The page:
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Geosternbergia sternbergi was one of the Cretaceous period's giant pterosaurs, with a wingspan of up to nearly 20 feet. The lower jaw alone on a large male could be as much as 4 feet long. Many fossils of this species have been found of both sexes and various ages. Compared to adult males, both females and young males were smaller and bore shorter, somewhat triangular crests, but females can be separated from males of any age by their wider, more robust hips - the better for laying eggs with. These pterosaurs were probably mostly coastal, and have been found along the shore from Alberta to New Mexico along what was once the Western Interior Seaway, now the western Great Plains.
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This enormous pterosaur is Quetzalcoatlus northropi, one of the largest flying animals to have ever existed, with an estimated 33-36 foot wingspan and an estimated weight of 440-550 pounds, and an approximate height while standing of around 16 feet. While Quetzalcoatlus could undoubtedly fly, it likely would have required good thermals to soar on much like today's largest birds - maintaining flight through its own power would have been extremely energetically costly.

Quetzalcoatlus though, like the rest of the azhdarchid pterosaurs, likely spent much of its time on the ground, where it would have stalked ground-dwelling prey like an enormous stork. With legs built like today's ungulates, it could probably have run quite well, and its long beak would enable it to pluck animals up without having to bend down too low. Essentially, imagine a predatory giraffe that could fly - that's Quetzalcoatlus, undoubtedly a terrifying predator to the smaller dinosaurs of Late Cretaceous North America.
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Tupandactylus imperator is one of Brazil's many fantastically-crested pterosaurs from the Cretaceous period. The skull itself only has a prong of bone reaching above the bill and another that juts out behind the eye, but skin impressions reveal that skin and keratin was stretched between these two prongs to form the large triangular crest. It had a keratinous beak somewhat like a bird's, and was covered in small feather-like fibers, as many pterosaurs were now known to be.

Skulls of this and other tapejarid pterosaurs reveal that they had large visual centers of the brain, even moreso than other pterosaurs, suggesting that they may have relied almost exclusively on eyesight to hunt, rather than scent or hearing. What exactly they ate, however, is still unknown.
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Pterodaustro guinazui is a Cretaceous pterosaur from South America. A filter-feeder, it possessed thousands of small teeth on its lower jaw that functioned similarly to baleen in today's whales, allowing it to sift through shallow water and mud to find krill, crustaceans, small clams, and other aquatic foods. This is one of the best-known pterosaurs, with every growth stage from egg to adult known from hundreds of fossils. This is the only pterosaur that swallowed stones like some of today's birds do, likely to help grind down the shells of their prey. They also were likely nocturnal, based on similarities between the scleral rings - the bone scaffolding for the eye in many reptiles and birds - of this species and nocturnal birds today.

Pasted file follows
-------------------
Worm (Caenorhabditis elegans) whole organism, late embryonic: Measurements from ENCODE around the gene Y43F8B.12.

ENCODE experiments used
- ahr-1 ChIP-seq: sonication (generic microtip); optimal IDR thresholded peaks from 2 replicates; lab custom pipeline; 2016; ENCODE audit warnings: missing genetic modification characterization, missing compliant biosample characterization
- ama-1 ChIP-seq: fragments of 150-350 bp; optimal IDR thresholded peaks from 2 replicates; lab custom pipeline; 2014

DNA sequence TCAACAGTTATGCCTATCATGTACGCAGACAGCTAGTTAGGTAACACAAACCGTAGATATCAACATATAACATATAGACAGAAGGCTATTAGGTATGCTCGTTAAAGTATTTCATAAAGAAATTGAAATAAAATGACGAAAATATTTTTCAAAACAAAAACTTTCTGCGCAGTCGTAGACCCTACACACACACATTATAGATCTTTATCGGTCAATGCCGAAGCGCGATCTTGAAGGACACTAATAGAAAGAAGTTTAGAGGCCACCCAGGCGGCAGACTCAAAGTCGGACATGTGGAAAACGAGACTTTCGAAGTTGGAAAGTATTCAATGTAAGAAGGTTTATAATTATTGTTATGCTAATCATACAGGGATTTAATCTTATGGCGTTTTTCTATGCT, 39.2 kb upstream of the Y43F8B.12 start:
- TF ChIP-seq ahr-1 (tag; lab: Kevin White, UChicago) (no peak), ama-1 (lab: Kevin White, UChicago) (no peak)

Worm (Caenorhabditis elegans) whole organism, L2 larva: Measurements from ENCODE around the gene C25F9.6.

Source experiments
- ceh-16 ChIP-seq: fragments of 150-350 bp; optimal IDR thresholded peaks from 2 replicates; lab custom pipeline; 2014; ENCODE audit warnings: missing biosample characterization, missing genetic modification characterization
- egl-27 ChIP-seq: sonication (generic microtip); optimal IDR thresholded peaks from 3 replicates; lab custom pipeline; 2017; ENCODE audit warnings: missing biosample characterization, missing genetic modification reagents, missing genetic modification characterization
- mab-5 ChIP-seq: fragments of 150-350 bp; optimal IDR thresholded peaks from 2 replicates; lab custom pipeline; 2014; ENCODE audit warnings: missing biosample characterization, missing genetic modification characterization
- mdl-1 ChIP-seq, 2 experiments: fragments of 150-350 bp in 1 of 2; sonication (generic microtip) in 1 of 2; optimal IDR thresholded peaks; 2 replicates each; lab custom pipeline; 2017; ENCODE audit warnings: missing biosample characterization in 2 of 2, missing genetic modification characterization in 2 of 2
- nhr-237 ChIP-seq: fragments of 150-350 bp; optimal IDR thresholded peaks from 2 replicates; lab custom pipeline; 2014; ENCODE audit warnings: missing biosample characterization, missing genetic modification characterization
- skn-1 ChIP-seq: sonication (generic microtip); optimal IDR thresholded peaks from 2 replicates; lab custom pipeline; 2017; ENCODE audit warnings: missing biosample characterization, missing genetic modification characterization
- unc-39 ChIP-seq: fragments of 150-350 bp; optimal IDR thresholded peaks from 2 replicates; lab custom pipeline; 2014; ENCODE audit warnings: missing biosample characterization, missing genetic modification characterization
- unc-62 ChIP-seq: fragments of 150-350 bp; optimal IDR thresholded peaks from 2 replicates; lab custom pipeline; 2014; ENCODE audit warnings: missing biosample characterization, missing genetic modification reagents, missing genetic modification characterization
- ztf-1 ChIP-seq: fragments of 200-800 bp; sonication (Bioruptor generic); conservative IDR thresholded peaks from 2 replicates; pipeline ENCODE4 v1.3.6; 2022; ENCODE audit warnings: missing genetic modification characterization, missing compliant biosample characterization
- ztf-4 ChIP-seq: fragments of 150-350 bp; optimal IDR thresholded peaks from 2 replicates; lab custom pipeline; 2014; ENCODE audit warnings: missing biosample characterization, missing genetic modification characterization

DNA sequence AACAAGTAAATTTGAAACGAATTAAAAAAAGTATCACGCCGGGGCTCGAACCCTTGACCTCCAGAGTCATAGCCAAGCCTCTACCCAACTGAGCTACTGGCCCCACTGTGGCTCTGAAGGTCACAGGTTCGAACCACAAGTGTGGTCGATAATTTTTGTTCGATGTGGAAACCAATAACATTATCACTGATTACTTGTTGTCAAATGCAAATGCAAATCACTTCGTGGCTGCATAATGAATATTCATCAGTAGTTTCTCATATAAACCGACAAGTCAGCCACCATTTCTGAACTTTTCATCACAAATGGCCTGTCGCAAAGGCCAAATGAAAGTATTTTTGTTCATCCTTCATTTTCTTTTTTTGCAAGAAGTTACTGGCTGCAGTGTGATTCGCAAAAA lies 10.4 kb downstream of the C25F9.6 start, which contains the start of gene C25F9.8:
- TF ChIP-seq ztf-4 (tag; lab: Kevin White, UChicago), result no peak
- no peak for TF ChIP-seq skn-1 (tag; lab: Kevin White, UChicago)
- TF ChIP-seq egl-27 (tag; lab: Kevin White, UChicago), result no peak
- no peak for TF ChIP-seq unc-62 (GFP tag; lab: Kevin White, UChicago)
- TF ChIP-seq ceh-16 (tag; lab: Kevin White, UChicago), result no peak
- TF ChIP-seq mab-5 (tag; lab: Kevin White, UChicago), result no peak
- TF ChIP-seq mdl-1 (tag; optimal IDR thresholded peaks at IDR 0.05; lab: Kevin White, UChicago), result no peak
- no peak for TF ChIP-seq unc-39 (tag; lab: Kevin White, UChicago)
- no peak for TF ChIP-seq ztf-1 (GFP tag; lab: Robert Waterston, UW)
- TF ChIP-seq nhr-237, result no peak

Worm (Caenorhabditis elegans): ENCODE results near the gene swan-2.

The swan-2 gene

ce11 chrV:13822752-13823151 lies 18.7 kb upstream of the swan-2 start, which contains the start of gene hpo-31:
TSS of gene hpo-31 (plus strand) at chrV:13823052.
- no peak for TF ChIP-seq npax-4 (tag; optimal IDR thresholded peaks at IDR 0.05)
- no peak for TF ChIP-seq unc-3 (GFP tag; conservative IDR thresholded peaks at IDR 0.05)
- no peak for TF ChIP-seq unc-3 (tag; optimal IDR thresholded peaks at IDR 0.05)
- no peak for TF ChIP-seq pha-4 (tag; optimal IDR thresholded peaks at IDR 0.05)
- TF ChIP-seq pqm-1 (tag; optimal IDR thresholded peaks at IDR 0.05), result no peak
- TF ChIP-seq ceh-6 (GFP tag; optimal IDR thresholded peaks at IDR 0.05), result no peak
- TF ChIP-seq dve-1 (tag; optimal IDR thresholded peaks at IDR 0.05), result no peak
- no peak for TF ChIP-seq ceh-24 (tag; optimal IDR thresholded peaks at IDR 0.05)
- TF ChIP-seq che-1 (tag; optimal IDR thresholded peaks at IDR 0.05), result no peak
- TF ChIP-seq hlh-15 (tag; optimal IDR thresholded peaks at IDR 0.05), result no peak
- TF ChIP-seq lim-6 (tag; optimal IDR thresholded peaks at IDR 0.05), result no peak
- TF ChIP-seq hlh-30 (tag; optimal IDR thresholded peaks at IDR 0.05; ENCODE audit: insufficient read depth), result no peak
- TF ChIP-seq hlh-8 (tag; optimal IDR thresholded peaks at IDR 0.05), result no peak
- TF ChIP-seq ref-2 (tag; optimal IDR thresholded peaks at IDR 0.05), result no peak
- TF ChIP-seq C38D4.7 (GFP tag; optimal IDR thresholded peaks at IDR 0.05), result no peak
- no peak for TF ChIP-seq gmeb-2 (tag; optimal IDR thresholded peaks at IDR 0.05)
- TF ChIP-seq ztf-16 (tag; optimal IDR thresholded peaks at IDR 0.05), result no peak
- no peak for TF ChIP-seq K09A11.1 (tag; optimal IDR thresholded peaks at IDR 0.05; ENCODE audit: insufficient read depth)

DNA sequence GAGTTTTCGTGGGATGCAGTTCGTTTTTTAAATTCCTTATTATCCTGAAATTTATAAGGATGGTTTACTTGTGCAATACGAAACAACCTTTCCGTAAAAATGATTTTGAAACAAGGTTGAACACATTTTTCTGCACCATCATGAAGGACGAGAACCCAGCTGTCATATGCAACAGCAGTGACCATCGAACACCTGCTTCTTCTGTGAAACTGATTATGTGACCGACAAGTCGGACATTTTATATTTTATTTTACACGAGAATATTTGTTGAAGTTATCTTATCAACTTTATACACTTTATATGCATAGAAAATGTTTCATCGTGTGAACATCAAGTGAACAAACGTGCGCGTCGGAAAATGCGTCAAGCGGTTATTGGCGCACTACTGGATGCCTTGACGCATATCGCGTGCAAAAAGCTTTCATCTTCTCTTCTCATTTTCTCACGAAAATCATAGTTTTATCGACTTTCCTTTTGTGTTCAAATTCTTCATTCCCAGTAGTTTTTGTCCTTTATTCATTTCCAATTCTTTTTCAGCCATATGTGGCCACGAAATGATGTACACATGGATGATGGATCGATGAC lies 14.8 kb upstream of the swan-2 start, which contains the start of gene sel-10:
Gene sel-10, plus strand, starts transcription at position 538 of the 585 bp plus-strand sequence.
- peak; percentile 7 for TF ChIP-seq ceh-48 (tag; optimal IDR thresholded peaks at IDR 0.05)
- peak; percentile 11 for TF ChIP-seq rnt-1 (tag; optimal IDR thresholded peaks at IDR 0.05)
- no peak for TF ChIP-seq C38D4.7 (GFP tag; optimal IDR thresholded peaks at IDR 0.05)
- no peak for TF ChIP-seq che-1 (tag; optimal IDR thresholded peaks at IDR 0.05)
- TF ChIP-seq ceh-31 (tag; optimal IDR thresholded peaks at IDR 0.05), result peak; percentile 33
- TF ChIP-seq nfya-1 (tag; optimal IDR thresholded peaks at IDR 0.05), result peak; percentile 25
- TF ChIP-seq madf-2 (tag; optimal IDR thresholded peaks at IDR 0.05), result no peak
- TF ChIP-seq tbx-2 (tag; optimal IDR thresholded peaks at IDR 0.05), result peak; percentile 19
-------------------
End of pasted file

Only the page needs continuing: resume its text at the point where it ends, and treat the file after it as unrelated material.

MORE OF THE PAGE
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Nyctosaurus gracilis is one of three (or possibly four) known Nyctosaurus species, a genus of pterosaur from the late Cretaceous midwestern US. It was about the size of today's gulls, and may have shared a similar lifestyle, along with its close relatives in the more well-known genus Pteranodon. Many pterosaurs have fantastic crests which were likely the results of sexual selection and used in courtship displays, but no other known pterosaur crest was quite as spectacularly large as that of N. gracilis.
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Jeholopterus was a small insectivorous anurognathid pterosaur from the Jurassic period in China. It was found with very well-preserved skin and protofeathers, and long bristles near its face, likely for helping to funnel insects into its wide mouth the way today's nighthawks and nightjars do.

David Peters, a source of some controversy in the pterosaur paleontological community, has hypothesized that this species was actually a parasite on larger vertebrates. He claims what others call skull fragments that were found near the face is actually a pair of long snake-like fangs, and that Jeholopterus would have fed in a similar fashion to today's vampire bats. The general consensus is that this is a bunch of nonsense, but a vampiric pterosaur makes for some pretty cool speculation, and I wouldn't be surprised if something like that were eventually discovered in the fossil record.


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Lauren Helton

September 2014



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